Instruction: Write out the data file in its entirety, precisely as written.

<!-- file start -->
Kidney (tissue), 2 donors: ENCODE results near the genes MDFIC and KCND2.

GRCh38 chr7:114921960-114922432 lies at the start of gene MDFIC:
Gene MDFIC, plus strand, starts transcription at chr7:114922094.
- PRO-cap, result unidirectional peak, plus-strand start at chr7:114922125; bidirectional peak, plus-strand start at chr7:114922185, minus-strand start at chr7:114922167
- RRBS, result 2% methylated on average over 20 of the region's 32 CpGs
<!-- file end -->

Kidney (tissue), 2 donors: ENCODE results near the genes MDFIC and KCND2.

GRCh38 chr7:114921960-114922432 lies at the start of gene MDFIC:
Gene MDFIC, plus strand, starts transcription at chr7:114922094.
- PRO-cap, result unidirectional peak, plus-strand start at chr7:114922125; bidirectional peak, plus-strand start at chr7:114922185, minus-strand start at chr7:114922167
- RRBS, result 2% methylated on average over 20 of the region's 32 CpGs